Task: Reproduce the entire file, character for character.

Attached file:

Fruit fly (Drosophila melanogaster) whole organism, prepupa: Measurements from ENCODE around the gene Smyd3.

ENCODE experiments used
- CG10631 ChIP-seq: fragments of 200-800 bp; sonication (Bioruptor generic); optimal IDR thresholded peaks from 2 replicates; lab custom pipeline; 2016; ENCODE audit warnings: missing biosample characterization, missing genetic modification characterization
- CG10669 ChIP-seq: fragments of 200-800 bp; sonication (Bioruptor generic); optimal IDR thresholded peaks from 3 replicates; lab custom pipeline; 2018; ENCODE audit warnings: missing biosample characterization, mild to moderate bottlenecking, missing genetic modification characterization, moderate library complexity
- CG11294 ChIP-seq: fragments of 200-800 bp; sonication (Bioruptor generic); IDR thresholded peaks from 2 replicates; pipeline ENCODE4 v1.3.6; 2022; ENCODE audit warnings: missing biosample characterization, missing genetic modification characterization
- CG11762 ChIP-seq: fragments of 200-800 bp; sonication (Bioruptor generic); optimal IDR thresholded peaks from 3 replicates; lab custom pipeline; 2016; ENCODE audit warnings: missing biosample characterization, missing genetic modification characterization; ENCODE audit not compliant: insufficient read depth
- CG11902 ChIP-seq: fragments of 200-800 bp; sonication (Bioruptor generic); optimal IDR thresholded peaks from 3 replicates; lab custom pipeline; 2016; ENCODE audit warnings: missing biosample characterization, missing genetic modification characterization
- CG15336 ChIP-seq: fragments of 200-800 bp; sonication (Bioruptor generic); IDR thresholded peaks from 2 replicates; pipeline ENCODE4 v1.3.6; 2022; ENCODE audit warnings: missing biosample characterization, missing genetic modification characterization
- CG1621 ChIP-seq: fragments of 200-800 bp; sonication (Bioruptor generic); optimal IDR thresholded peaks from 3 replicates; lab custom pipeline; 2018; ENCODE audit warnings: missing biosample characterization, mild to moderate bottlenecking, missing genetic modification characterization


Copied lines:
Fruit fly (Drosophila melanogaster) whole organism, prepupa: Measurements from ENCODE around the gene Smyd3.

ENCODE experiments used
- CG10631 ChIP-seq: fragments of 200-800 bp; sonication (Bioruptor generic); optimal IDR thresholded peaks from 2 replicates; lab custom pipeline; 2016; ENCODE audit warnings: missing biosample characterization, missing genetic modification characterization
- CG10669 ChIP-seq: fragments of 200-800 bp; sonication (Bioruptor generic); optimal IDR thresholded peaks from 3 replicates; lab custom pipeline; 2018; ENCODE audit warnings: missing biosample characterization, mild to moderate bottlenecking, missing genetic modification characterization, moderate library complexity
- CG11294 ChIP-seq: fragments of 200-800 bp; sonication (Bioruptor generic); IDR thresholded peaks from 2 replicates; pipeline ENCODE4 v1.3.6; 2022; ENCODE audit warnings: missing biosample characterization, missing genetic modification characterization
- CG11762 ChIP-seq: fragments of 200-800 bp; sonication (Bioruptor generic); optimal IDR thresholded peaks from 3 replicates; lab custom pipeline; 2016; ENCODE audit warnings: missing biosample characterization, missing genetic modification characterization; ENCODE audit not compliant: insufficient read depth
- CG11902 ChIP-seq: fragments of 200-800 bp; sonication (Bioruptor generic); optimal IDR thresholded peaks from 3 replicates; lab custom pipeline; 2016; ENCODE audit warnings: missing biosample characterization, missing genetic modification characterization
- CG15336 ChIP-seq: fragments of 200-800 bp; sonication (Bioruptor generic); IDR thresholded peaks from 2 replicates; pipeline ENCODE4 v1.3.6; 2022; ENCODE audit warnings: missing biosample characterization, missing genetic modification characterization
- CG1621 ChIP-seq: fragments of 200-800 bp; sonication (Bioruptor generic); optimal IDR thresholded peaks from 3 replicates; lab custom pipeline; 2018; ENCODE audit warnings: missing biosample characterization, mild to moderate bottlenecking, missing genetic modification characterization